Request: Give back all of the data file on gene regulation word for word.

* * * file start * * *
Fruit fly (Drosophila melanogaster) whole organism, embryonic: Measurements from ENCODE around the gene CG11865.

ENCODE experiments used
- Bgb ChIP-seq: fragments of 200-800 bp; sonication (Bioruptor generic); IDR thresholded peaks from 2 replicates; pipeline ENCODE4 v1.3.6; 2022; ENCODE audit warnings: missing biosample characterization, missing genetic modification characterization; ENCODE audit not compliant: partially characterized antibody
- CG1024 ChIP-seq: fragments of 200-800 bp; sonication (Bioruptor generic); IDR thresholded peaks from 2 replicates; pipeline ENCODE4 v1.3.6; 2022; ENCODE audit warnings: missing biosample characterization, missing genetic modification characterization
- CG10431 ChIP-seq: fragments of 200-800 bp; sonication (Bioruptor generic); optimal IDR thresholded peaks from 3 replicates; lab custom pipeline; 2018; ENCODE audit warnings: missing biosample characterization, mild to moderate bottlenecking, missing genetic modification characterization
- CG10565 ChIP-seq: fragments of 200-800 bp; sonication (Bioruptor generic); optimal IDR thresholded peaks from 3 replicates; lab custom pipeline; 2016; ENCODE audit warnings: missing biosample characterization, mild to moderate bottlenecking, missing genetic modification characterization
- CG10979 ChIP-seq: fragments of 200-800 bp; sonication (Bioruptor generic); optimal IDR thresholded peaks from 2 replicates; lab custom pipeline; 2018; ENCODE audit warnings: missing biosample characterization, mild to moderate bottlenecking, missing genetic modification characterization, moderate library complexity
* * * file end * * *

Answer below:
Fruit fly (Drosophila melanogaster) whole organism, embryonic: Measurements from ENCODE around the gene CG11865.

ENCODE experiments used
- Bgb ChIP-seq: fragments of 200-800 bp; sonication (Bioruptor generic); IDR thresholded peaks from 2 replicates; pipeline ENCODE4 v1.3.6; 2022; ENCODE audit warnings: missing biosample characterization, missing genetic modification characterization; ENCODE audit not compliant: partially characterized antibody
- CG1024 ChIP-seq: fragments of 200-800 bp; sonication (Bioruptor generic); IDR thresholded peaks from 2 replicates; pipeline ENCODE4 v1.3.6; 2022; ENCODE audit warnings: missing biosample characterization, missing genetic modification characterization
- CG10431 ChIP-seq: fragments of 200-800 bp; sonication (Bioruptor generic); optimal IDR thresholded peaks from 3 replicates; lab custom pipeline; 2018; ENCODE audit warnings: missing biosample characterization, mild to moderate bottlenecking, missing genetic modification characterization
- CG10565 ChIP-seq: fragments of 200-800 bp; sonication (Bioruptor generic); optimal IDR thresholded peaks from 3 replicates; lab custom pipeline; 2016; ENCODE audit warnings: missing biosample characterization, mild to moderate bottlenecking, missing genetic modification characterization
- CG10979 ChIP-seq: fragments of 200-800 bp; sonication (Bioruptor generic); optimal IDR thresholded peaks from 2 replicates; lab custom pipeline; 2018; ENCODE audit warnings: missing biosample characterization, mild to moderate bottlenecking, missing genetic modification characterization, moderate library complexity